The Ghost Breakers (1940) – reviewed by George

A suspense-adventure with comedy, this stars Bob Hope, Paulette Goddard, and Willie Best. They play Larry Lawrence, Mary Carter, and Larry’s valet Alex, respectively. Larry has a radio show where he tells the news of the mobs in New York City, mostly supplied by one particular boss, and all with no danger to Larry, since it’s usually penny-ante stuff. Then he gets a story he thinks is from his buddy, but it’s about his buddy, and Larry gets marked for a rub-out. At the same time Mary Carter is signing papers confirming her acceptance of an inheritance: Castillo Maldito on Black Island off the coast of Cuba. Señor Parada (Paul Lukas) is appearing to help, but is also telling her to sell it unseen to a buyer he has lined up for her, so she does not have to risk her life and go there. They are having a blackout in NYC and he says, “You’ll have to get used to candles, Miss Carter. There’s no electricity on Black Island. The castle today is exactly as your great-great-grandfather built it.” Mary cracks, “You mean the ghosts have to find their way around in the dark?” Señor Havez (Pedro De Cardoba), a member of the Cuban Consulate, says that he knows he should present the island as a paradise, “But privately, Miss Carter, I advise you to stay away from Black Island.. All I know is that during the last 20 years, no human being who has tried to spend a night in Castillo Maldito ever lives to see a sunrise.” Mary’s retort, with a big smile, is “I bet I will.”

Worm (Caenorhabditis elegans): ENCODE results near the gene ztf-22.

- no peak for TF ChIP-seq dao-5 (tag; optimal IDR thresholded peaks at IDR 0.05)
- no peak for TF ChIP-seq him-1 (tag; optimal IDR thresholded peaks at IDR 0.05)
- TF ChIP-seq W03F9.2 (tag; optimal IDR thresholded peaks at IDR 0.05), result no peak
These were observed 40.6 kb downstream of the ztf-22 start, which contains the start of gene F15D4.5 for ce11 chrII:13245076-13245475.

In the hallway outside Mary’s hotel room, Ramon Mederos (Anthony Quinn) is murdered, but his billing is too good for such a quick exit, so we know a twin will show up at some point. And in a Havana nightclub the character actor Lloyd Corrigan pops up several times, looking and acting very suspicious, so we know he is involved in Mary’s planned murder. So much for movie conventions: sometimes we see through them, and sometimes we get fooled (one of the above is not true).
In that same nightclub, Geoff Montgomery (Richard Carlson) shows up, and he and Mary are attracted (she met him first on the boat), and now he becomes Larry’s full-fledged competitor for Mary’s affections.
Interesting and unexpected: both Hope and Best made good livings playing cowards, but in this film each one rises to the occasion and shows some bravery. Oh, not before they have chickened out a few times, but they do come through.
There is a fair amount of humor here, but some of it is embarrassing. Race relations were still pretty much in the Dark Ages, and that’s reflected in some of the jokes. And there’s a joke about Democrats that I just didn’t get. I know Roosevelt was in the White House then, but I couldn’t figure out the reference. Anyway, the film is, overall, not without some virtues, so if you can see it as the relic it is, maybe you can get a laugh or two out of it. I laughed out loud several times (and groaned a few times too).
Screen Play by Walter DeLeon, Based on a Play by Paul Dickey and Charles W. Goddard, and Directed by George Marshall.

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